By Jim Schutze
By Rachel Watts
By Lauren Drewes Daniels
By Anna Merlan
By Lee Escobedo
Love for sale
Coming up with high-quality, industrial-strength humor week after week is not easy. It takes wit. It takes diligence. It takes bribes. But sometimes God and the fax machine provide the straight lines just when the well runs dry. The latest manna from heaven comes from "soul mate expert" and "relationship coach" Susan Bradley RN:
"Crying while making love is one of the top 25 ways of recognizing that someone is your irresistible soul mate."
Do tears of laughter count?
Bradley RN--the press release and her Web site always have the RN--is the author of How to be Irresistible to the Opposite Sex. She is coming to Dallas next month to offer seminars on finding your soul mate, plus a Romance Bootcampª, Flirting Safariª, and a session on Breaking Your Love Barriersª. (Yes, they're trademarked.)
"I like to think of myself as Cupid's accomplice," Bradley RN told Buzz. She began 12 years ago dispensing advice in an Ohio singles magazine after her first marriage ended nastily.
An ugly break-up doesn't exactly sound like a sterling qualification to become a relationship expert to Buzz, but the singles world soon became her laboratory.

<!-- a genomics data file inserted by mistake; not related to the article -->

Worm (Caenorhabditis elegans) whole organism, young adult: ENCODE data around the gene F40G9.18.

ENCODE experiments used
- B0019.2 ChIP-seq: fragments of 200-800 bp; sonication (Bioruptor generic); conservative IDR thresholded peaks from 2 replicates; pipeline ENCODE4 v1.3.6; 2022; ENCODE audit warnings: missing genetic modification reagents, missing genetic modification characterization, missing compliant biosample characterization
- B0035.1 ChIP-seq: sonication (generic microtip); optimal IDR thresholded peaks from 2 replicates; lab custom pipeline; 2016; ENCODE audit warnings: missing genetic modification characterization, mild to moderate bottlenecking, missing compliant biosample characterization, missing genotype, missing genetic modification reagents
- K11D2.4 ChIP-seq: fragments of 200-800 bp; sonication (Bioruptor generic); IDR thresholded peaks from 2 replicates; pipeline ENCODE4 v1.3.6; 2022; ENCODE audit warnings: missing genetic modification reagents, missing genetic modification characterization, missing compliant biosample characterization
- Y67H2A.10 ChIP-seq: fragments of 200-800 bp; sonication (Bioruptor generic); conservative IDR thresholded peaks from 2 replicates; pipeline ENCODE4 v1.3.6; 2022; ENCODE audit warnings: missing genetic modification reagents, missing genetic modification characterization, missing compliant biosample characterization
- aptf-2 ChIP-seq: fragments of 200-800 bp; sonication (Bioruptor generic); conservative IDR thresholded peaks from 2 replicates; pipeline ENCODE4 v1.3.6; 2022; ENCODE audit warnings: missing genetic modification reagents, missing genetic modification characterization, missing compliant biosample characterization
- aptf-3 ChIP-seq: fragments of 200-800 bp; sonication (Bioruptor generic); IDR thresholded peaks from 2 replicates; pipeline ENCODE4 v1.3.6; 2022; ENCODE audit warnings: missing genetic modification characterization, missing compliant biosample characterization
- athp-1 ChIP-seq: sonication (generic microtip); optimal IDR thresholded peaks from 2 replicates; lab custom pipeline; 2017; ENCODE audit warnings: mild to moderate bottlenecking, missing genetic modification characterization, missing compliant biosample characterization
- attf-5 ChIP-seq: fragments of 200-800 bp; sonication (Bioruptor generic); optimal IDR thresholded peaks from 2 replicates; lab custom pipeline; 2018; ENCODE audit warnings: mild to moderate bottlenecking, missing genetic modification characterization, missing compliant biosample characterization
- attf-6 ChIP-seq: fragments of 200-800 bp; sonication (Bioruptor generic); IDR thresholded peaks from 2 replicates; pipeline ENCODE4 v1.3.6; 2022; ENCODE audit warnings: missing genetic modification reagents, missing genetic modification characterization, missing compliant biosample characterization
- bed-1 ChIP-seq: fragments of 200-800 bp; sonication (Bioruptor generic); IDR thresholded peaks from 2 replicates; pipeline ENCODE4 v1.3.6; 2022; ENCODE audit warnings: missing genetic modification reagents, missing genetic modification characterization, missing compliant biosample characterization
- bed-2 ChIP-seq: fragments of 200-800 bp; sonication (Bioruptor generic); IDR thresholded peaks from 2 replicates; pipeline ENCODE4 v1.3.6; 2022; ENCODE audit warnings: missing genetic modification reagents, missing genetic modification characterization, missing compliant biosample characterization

"There was nowhere for people to go to learn how to have irresistible relationships," she says. She's created that place with her seminars. Bradley RN says her reputation has grown to the point that she recently counseled three students from Columbine High School in Colorado following the shooting there. She taught them and their families how to break down their love barriers. (They probably thought they would learn how to dive down behind barriers.)
Still, if you're not all weepy in the sack, just dish out $20-$69 for a seminar ticket to help you find true love--which is probably less than you would pay at one of Dallas' fine strip clubs for a reasonable facsimile of the same.
Since its formation in March, Gov. George W. Bush's presidential exploratory committee has announced new political endorsements about as often as most people drink coffee. Twice a day across the nation, reporters' fax machines sound their shrill alarms and out comes another bulletin from Bush's people proclaiming the support of another congressman, governor, or delegation.
But this week, for the first time, the exploratory committee's media team produced something new, something unheard of from the governor: an opinion on a national issue! The subject: The Cox Report on China's alleged theft of American nuclear secrets.
"Today's report shines a glaring light on the current administration's failed policies..." the statement read. "Presented with detailed information about China's espionage, this administration apparently did not take it seriously."
Had Bush chosen to speak out on this issue because of some strategic reason?
Dave Beckwith, a former press aide for Sen. Kay Bailey Hutchison, who came on board for Bush just a few weeks ago, cautioned against reading anything into the timing of his candidate's first press statement on a policy issue.
"It really had to do with getting things rolling here. I mean, I had to find the bathroom first," he said.
--Compiled from staff reports by Patrick Williams